When speaking about the Congo, I think of Eve Ensler (gosh I hope I got her name right...Vagina Monologues) and her work to gain attention to the plight of the Congolese women, the abuse and rape they endure due to the constant assault of the "warlord" parties and mercenaries that are there.  We never even hear about this as an issue except one segment on Democracy Now, Amy Goodman covered it.  

I had explained my no voting position to a neighbor last night, and when I was asked, well which countries have tried this...I actually drew a blank...covered my shortfall with more explanation on why it is useful for de-legitimizing the current empire.  Memory loss.  It shows up quite a bit these days.  And I just had read the info on OWS website, the link you had posted, where you had posted multiple different countries experience with not voting.  

At any rate, whether it's Ron Paul or Dennis Kucinich, it does not matter who...they are still playing within a system that regards humans as collateral damage, expendable, all for the sake of profit.  And although I am unable to recall and recount the historical facts very well...there exists in me this core realization, this deep understanding, that there has to be a new system completely.  Completely.  My role, is to figure out how to manage my time, my life, to support a new system and completely divest from the existing one.   And this is a hard task for me, being such a creature of habit and lover of creature comforts.    

I am so thankful I was able to read your broader explanation this morning.  More people need access to this info.




Sins of omission?

Thanks, mojo.

The problem with Amy Goodman, Eve Ensler, the Enough Project, Save Darfur (or whatever it is called), and all the other projects calling attention to the rapes and genocide in the Congo, is that they never mention the fact that the so-called warlords were armed, trained, and commanded by the US or by the big corporations that control the US. Perhaps they don't know, but some of them seem to have deliberately turned a blind eye to what was going on. In order to keep their tax-exempt 501(C)3 status and raise money in the US, it is not in their self-interests to pry too much into what is really going on and who is behind the resource wars in the Congo. That's why I only donate to keith harmon snow or to Friends of the Congo, not to any of the charities. The Congo doesn't need charity. Even after having been looted for decades, it is still rich in natural resources. All we need to do is stop stealing their resources and stop assassinating or overthrowing their democratically elected leaders who don't favor US interests over the interests of their own countries.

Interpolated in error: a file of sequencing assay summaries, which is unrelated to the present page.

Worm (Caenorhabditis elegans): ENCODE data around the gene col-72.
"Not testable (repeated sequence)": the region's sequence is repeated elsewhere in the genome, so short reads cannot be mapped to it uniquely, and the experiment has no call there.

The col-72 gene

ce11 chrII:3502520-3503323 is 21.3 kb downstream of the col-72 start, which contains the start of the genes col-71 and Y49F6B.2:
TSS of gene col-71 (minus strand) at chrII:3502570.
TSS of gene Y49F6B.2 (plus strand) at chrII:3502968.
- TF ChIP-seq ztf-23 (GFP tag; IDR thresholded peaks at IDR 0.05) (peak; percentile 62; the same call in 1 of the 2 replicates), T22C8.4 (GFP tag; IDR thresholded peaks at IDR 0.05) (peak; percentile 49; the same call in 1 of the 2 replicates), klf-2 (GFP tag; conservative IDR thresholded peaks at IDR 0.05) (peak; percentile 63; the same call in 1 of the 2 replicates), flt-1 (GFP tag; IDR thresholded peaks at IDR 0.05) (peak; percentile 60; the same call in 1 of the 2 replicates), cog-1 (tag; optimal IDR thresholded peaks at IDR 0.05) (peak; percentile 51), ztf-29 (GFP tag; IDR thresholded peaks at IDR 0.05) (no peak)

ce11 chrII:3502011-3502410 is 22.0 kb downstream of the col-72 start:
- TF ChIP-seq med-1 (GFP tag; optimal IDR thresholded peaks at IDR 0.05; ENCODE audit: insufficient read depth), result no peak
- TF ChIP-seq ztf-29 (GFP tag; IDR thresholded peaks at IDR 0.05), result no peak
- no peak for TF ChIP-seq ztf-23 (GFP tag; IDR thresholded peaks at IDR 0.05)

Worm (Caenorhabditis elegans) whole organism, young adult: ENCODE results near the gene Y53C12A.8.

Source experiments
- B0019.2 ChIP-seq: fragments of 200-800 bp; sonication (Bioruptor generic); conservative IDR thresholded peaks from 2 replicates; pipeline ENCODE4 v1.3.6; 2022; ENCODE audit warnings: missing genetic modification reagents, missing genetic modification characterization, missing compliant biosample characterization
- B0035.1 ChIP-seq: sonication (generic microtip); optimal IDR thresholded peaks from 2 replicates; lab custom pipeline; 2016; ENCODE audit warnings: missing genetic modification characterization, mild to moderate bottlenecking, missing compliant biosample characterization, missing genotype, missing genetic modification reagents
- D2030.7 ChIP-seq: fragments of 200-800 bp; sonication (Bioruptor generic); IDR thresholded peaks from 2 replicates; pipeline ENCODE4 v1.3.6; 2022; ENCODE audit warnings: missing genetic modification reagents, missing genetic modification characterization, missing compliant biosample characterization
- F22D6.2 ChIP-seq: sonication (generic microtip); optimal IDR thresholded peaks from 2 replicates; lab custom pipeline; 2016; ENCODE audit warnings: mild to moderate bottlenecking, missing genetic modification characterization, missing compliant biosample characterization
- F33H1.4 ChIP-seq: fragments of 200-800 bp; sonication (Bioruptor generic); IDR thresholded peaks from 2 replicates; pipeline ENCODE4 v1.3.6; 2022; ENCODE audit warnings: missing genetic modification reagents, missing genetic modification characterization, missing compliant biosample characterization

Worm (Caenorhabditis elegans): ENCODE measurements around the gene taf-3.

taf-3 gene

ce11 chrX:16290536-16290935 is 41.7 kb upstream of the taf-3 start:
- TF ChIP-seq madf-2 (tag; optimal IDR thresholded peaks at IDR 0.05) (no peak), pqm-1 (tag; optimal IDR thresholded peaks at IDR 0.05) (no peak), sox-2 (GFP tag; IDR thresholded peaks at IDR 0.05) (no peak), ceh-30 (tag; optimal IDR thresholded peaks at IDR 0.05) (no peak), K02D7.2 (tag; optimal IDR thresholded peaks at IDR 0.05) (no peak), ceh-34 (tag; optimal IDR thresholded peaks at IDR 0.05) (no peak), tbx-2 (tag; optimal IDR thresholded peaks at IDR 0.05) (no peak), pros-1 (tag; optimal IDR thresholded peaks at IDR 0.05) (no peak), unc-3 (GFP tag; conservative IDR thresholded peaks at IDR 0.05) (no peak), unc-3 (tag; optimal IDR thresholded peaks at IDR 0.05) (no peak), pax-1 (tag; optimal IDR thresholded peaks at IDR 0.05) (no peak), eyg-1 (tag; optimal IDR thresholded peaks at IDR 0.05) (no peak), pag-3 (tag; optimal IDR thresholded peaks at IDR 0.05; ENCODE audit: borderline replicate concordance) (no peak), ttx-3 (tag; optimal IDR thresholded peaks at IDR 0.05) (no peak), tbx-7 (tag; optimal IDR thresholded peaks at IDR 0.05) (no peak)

US capitalist imperialism sees any attempt by a country to keep (nationalize) its own resources as a threat to the US. In other words, any African who wants us to stop killing them and stealing their resources, we consider to be a Communist, terrorist, or threat to US national security. The US government believes that it has more right to the resources of African countries than Africans have, just as the US believes that it has more right to the resources of Latin America, Asia, and the Middle East than people there have. The way that the US, with 5% of the world's population, uses 25% of the world's resources, is through genocide, because people won't give up their resources unless we kill them. Sometimes we do it openly, sometimes through proxies, but that's what we do.


And AFRICOM the new and official spy agency controlling the flow of information from and to African operatives on US payrolls. AFRICOM's mere existence is proof of "certain" goings-on on the continent.


Happy New Year, Rossi

and I thank you for letting me know what "AFRICOM" is.  Thank you.

und zueruck

happy new year to you too, our mojo. Peace be with you, throughout the year.

Cracking myself up again.

Somebody on Alternet posted a couple of comments agreeing with me. Here's the most recent one and my response:

I'm back...and you again have espoused something I've heard a long time ago. Well over 40 years ago, I asked my mother ( now departed) why she didn't vote. Her reply..." They're all no good". How did she know? I only wish I pursued that comment with many questions, as now I'll never know what her reasoning was.


    4 minutes ago
    in reply to mymarkx

Isn't it interesting how political party operatives always depict nonvoters as apathetic? Voters are the ones who don't care that they have no power over government. They vote for people who won't represent them and then wonder why they're not represented. The approximately half of us who don't vote, care. We know that nobody in Congress is going to represent us, and we don't like what has been done in our name as if we'd agreed to it. Voting to elect somebody to office is like writing them a blank check--here's my power and authority, do with it as you wish. Then they hope that the next crook might not be quite as bad as the last crook. But they don't really care what happens or they wouldn't trust politicians. Nobody who really cares would trust politicians. Actually, even voters don't really trust politicians, as Congress has less than a 10% approval rating among voters. But who do voters think put those crooks in office? It wasn't your mom, and it sure wasn't me.